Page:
International Relations Online requires 39 credit hours to complete. Students who have previously completed approved introductory macro- and microeconomics coursework will be eligible to forego 3 credit hours and complete the program in 36 credit hours.
Students also have the opportunity to supplement their studies by taking courses from other online graduate programs delivered by several top-tier colleges and universities. You can learn more about cross-university courses here.
Core Courses (9 credit hours)
International Studies: History, Theory, Practice (SISG-760)
As befits the complexity of the realm it investigates, international studies is a multifaceted, interdisciplinary field, characterized more by recurrent debates and disagreements than by broadly consensual knowledge. This course begins by introducing three key controversies in the field—whether international politics is inevitably the domain of coercive force, whether actors on the international stage act based on interests or on ideas, and whether the international environment is relatively immutable or is amenable to more or less deliberate efforts to change it—and then exploring how those controversies inform a variety of historical cases and contemporary issues. The focus throughout the course is on making explicit the principles and perspectives underlying different and divergent views of international relations, including the principles and perspectives brought to the course by the students themselves.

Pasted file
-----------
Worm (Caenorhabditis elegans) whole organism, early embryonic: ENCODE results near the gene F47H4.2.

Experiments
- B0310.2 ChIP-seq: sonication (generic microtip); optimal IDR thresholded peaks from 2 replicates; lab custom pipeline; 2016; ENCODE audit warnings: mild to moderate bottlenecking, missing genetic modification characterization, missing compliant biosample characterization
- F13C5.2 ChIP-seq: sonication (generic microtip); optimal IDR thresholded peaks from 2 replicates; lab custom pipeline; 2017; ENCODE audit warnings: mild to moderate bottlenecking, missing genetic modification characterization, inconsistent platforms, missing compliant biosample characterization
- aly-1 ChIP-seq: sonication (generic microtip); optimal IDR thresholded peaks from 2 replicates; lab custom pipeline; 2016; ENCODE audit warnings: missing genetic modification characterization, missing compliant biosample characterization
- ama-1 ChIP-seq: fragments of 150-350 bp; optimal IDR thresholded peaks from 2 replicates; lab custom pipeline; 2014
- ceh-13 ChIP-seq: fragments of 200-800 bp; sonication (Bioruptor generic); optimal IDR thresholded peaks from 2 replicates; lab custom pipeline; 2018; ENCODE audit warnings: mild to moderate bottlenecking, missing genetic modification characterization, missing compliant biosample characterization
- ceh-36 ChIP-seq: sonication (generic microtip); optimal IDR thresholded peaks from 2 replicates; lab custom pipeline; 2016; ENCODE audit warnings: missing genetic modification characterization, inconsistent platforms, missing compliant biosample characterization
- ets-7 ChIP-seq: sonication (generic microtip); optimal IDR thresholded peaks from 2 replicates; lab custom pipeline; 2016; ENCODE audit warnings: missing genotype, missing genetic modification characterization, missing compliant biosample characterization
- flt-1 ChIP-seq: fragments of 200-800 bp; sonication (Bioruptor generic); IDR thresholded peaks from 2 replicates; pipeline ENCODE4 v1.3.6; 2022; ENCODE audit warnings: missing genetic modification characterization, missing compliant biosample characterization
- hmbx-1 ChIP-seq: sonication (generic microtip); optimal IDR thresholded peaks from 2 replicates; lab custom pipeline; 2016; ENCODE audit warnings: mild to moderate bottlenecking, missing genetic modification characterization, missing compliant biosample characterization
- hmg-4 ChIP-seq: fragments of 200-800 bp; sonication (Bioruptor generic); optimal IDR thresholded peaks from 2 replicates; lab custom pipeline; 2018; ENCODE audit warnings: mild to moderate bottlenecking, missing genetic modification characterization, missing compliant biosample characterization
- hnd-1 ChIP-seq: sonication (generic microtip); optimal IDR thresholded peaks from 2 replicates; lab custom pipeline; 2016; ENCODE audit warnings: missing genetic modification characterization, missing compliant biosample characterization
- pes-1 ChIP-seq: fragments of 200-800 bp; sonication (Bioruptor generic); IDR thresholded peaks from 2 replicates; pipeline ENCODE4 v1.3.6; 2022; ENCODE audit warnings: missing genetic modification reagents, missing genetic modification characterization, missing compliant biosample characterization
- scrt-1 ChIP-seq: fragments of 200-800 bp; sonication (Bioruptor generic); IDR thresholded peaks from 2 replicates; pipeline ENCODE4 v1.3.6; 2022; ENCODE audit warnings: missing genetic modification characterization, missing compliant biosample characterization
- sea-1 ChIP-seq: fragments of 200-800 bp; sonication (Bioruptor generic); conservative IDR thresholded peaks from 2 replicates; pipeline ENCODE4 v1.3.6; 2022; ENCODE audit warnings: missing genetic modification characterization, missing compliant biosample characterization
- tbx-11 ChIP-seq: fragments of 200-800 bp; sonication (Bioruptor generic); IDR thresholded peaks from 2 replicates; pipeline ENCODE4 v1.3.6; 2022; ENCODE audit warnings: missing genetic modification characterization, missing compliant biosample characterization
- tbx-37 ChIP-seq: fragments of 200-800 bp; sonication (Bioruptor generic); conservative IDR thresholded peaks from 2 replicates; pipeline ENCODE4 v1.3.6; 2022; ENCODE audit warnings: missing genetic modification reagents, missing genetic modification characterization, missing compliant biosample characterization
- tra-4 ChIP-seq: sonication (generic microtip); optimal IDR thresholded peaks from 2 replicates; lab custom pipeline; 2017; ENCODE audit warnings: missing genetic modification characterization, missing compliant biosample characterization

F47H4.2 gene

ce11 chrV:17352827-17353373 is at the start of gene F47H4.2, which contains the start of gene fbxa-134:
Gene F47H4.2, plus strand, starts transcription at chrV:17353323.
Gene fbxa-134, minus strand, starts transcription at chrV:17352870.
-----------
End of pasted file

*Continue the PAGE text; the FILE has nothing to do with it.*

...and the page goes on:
Intercultural Communication (SISG-761)
This interdisciplinary course examines the interaction of people across cultures and considers such topics as cross-cultural communication, management and adaptation, intercultural negotiation, and how culture impacts conflict between individuals, cultures, and nations. The primary goal is to provide students with concepts, knowledge, and skills that will allow them to analyze and interpret the dynamics of any cross-cultural interaction or conflict. At the end of course, students will be able to:
- Define intercultural communication as a field of inquiry within international relations
- Identify and understand the contributions of major scholars in the field
- Understand the dynamics of intercultural communication at the interpersonal, national and international levels
- Apply concepts of the field to analyze and interpret case examples of intercultural conflict
- Explain how culture impacts cross-cultural adaptation and negotiation
- Consider how cultural aspects of national identity perpetuates international conflict and shapes foreign policy